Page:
Carmel Valley housing project to be reconsidered Monday
SAN DIEGO (CNS) – A $750 million mixed-use development planned for Carmel Valley that has drawn opposition from many area residents was scheduled to be considered by the San Diego City Council Monday.
The 23.6-acre One Paseo development proposes nearly 1.5 million square feet of floor space, which includes more than 600 units of multi-family housing, retail and offices south of Del Mar Heights Road, between El Camino Real and High Bluff Drive.
The project by Kilroy Realty would be composed of 10 buildings ranging from two- to nine-stories, also would include a cinema, landscaping and nearly 3,700 parking spaces.
Opponents, who created a website at http://www.whatpricemainstreet.com, contend the development would destroy the affluent neighborhood in northwest San Diego with its “urban size and scale.”
The project will create terrible traffic, worsen parking frustrations and create dangers for bicyclists and pedestrians, according to the website.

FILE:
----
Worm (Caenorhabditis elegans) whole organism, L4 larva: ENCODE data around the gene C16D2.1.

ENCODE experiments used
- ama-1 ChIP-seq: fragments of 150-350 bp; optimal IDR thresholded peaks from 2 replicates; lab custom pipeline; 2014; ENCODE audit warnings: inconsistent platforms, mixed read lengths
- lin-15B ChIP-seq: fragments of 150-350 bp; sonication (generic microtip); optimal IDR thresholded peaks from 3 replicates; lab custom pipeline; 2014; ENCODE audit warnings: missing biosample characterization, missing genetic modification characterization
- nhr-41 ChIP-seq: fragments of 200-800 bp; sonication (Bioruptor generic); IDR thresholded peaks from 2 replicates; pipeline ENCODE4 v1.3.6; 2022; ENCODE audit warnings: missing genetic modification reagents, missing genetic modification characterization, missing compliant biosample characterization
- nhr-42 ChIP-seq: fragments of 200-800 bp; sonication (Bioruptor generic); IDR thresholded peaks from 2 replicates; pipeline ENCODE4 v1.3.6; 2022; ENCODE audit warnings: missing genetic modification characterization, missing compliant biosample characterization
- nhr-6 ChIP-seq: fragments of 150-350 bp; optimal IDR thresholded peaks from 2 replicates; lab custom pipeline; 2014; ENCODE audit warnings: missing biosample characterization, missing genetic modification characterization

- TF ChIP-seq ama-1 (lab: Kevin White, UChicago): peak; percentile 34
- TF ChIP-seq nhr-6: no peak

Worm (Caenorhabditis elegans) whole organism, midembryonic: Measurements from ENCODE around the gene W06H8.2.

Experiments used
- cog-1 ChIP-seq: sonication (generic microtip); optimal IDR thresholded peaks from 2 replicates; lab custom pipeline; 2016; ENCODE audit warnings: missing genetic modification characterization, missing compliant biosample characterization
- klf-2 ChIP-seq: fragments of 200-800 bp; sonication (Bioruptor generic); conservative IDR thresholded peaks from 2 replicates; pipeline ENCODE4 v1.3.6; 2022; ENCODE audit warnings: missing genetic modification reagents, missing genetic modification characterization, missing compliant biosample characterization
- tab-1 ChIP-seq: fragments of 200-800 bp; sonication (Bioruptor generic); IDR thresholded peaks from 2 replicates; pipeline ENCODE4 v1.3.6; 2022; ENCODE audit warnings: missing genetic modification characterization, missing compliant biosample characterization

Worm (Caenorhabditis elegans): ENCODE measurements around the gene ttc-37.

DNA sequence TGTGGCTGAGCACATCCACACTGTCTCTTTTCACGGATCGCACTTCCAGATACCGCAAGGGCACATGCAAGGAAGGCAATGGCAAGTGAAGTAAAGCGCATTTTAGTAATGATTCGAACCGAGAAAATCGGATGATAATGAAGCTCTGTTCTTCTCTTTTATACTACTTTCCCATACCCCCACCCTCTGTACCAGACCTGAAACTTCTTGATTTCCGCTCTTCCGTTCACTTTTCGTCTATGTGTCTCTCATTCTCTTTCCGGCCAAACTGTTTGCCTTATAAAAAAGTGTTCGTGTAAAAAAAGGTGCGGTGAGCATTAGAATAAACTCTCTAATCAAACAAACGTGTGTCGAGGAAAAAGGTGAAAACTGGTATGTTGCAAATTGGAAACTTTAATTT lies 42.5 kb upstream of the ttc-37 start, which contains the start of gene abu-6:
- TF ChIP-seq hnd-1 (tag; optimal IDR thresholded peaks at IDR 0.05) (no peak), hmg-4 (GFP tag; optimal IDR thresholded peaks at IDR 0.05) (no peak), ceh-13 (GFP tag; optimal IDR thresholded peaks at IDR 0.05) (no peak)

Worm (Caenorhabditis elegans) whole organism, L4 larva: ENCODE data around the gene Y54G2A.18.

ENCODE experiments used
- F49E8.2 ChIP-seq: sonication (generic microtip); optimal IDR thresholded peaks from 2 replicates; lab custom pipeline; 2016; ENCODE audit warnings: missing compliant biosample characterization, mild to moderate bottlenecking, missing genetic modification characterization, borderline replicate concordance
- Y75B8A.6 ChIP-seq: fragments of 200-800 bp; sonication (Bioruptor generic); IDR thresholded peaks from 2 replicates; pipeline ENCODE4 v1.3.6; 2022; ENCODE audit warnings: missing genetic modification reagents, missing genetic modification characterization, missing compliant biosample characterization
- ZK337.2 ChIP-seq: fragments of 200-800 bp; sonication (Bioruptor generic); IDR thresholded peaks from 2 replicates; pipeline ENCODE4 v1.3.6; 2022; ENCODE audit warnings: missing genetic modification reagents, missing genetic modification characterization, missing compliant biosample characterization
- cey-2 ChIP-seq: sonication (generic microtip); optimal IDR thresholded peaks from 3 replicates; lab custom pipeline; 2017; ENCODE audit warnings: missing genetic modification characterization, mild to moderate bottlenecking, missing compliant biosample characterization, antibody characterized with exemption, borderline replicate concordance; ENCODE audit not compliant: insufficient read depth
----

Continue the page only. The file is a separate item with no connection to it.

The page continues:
A large number of area residents who oppose the project are expected to attend the council meeting, enough so that city officials plan to begin sitting attendees early. Overflow seating areas are also planned.
Many supporters of the project also are expected to be on-hand.
Kilroy says it has reduced density by 30 percent from the original plans, and lowered the height of the tallest buildings by 10 percent. The design also includes nearly 11 acres of open space, including a town green, pocket parks and walking paths.
At an October hearing, the city’s Planning Commission voted to forward the project to the City Council without recommendation for passage. The commissioners issued 11 suggestions, including limiting the heights of buildings, preventing an increase of vehicle traffic generated by special events, and expanding a shuttle system for the area.
The council will have to take a series of actions at the meeting, expected to run into Monday evening. Among them are certifying the environmental impact report, adopting amendments to the city’s general plan and neighborhood’s community plan, rezoning the land, and approving permits.